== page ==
‘Riot beats create riots’, is the Digital Hardcore slogan adorning several T- shirts amidst the collected punks, piercers, dreads and Japanese students who pack into the Garage tonight. Not forgetting the odd average looking punter who cleverly conceals his extreme musical tastes within an unassuming exterior. Extremity is what we’re here to experience, and I for one am intrigued to find out if the hype surrounding this band and the emerging techno noise scene is justified.
Support band ICE are reminiscent of 80’s grind merchants Head Of David with rappers - unfortunately not that inspiring. We are then treated to the sound of the Harder Faster Louder Djs, who spin fragmented turbo gabba techno and drill n bass at ridiculous tempos, and strangely at a low listening volume - perhaps a policy of the sound engineer to save his hearing.
Then after some shouting and heckling an ear - splitting acid synth noise heralds the start of Atari’s set. I along with various members of the audience instinctively position the ear plugs - yes it is THAT loud. This is the mutant offspring of bonkers German techno, hardcore drum and bass and punked up rap. Most tracks seem to cruise along at 180 bpm punctuated with Ramones style start - stops and ‘one two three four’ intros. All four of the Rioters practise syncopated shouting into their mikes and one of the girls - for they are a two boy, two girl band - controls the instrument. There are no guitars or drum kits, just a box of flashing lights; main man Alec Empire runs from one end of the stage to the other and occasionally stops the show to conduct open mike sessions with the audience, to hilarious effect. This consists of him being slagged off for selling records at full price and challenged about his extreme politics. One kindly audience member proceeds to tell him ‘ I think youse are all right' which due to the language barrier is interpreted by Alec as an insult.’No I mean youse are OK mate, you’re sound’ the guy protests, to which Mr Empire replies ‘ I think you speak much better English than me’. ‘It’s not English mate, it’s fuckin scouse’ is the last word.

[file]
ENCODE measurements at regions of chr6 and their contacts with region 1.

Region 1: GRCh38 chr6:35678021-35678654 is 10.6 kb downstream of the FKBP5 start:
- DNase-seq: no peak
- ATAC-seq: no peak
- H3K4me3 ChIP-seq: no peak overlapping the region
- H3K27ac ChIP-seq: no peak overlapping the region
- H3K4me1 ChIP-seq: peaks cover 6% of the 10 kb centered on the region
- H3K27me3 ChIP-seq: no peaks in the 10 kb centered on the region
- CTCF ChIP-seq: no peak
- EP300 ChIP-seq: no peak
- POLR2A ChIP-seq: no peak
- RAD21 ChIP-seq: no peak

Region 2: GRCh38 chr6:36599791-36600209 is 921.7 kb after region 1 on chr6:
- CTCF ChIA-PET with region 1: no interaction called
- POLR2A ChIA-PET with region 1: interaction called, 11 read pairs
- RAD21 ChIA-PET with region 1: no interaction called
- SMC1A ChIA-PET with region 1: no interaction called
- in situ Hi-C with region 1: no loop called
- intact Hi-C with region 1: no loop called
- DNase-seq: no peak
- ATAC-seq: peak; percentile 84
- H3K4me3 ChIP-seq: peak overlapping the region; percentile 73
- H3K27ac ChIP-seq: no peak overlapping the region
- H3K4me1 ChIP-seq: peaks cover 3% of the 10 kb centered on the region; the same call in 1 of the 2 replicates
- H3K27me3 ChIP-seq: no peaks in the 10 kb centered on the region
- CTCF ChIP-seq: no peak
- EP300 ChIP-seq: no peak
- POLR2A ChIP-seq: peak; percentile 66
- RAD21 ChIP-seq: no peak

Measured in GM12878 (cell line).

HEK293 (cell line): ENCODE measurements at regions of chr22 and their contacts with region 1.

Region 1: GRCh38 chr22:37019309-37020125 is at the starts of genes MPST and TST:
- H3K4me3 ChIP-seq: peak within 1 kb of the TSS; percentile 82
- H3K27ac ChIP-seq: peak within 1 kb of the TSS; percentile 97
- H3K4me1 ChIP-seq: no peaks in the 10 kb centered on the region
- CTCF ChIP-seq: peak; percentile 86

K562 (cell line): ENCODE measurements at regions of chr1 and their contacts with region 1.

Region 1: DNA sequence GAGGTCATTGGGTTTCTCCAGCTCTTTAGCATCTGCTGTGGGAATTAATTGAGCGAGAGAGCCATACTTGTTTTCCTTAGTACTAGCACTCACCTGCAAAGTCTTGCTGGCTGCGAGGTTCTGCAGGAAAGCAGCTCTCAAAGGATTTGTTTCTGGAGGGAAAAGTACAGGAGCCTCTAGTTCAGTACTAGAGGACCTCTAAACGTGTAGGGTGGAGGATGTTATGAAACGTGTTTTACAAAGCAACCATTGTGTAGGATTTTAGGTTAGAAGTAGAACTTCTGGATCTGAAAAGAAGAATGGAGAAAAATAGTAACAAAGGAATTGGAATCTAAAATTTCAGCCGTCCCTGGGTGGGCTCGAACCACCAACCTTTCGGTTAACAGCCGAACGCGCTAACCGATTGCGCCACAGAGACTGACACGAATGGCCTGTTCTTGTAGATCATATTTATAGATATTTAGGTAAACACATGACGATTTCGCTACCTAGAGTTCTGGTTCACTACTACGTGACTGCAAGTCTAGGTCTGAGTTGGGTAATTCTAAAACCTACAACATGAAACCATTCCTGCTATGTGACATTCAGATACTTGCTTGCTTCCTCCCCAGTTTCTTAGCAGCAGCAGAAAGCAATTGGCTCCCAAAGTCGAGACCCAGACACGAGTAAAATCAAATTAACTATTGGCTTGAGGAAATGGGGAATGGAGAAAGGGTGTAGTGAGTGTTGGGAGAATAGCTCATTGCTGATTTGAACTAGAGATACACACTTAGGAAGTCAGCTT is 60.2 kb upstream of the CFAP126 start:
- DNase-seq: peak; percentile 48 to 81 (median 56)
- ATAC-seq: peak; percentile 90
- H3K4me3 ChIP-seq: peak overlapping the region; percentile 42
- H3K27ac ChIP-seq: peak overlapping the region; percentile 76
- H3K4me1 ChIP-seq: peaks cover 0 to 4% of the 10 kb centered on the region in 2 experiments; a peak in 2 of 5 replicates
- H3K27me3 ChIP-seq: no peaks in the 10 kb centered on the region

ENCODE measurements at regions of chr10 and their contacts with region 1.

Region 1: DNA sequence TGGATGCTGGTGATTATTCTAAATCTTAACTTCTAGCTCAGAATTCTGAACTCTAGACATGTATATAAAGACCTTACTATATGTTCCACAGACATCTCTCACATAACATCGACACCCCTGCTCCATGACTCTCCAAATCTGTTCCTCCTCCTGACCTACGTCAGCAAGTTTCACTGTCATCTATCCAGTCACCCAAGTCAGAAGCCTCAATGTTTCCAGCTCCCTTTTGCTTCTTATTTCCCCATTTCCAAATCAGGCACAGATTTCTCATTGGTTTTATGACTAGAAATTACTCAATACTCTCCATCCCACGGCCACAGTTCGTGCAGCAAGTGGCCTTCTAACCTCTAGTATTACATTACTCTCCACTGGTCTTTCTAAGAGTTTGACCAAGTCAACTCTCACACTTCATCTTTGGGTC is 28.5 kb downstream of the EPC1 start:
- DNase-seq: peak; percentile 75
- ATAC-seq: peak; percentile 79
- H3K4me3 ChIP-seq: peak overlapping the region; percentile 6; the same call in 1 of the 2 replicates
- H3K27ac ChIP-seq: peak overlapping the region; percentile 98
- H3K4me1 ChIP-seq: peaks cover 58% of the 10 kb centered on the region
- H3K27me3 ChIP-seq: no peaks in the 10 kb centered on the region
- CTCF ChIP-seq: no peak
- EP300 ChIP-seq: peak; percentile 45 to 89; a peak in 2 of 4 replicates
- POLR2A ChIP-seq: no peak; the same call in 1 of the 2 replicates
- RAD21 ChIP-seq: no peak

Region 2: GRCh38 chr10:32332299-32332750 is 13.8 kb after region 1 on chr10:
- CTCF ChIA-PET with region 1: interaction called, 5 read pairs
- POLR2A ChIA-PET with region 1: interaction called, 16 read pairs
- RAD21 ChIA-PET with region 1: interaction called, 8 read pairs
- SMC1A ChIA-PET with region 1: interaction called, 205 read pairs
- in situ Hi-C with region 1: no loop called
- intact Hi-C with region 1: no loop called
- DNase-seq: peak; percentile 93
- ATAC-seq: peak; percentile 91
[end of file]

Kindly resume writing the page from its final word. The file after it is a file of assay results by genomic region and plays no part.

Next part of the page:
‘Right, you are all the Atari Teenage Riot’ we are told before the beats rev up again and massively distorted guitar and rave noises bludgeon us into submission and stage diving. The only decipherable lyrics are ‘Atari Teenage Riot’ ‘destroy 2000 years of culture’ and ‘fuck you up’, oh and one song which is called something like Fuck the Nazis, reassuring the left wing amongst us that we are not joining a fascist noise cult.
So what is Atari’s message - I’m not entirely sure, but I had a lot of fun trying to find out - they are probably the best legal high you can get at the moment, for pure adrenaline rush through music - the equivalent of a live stroboscopic manga cartoon. What we choose to do with that energy is presumably up to us. Riot anyone?
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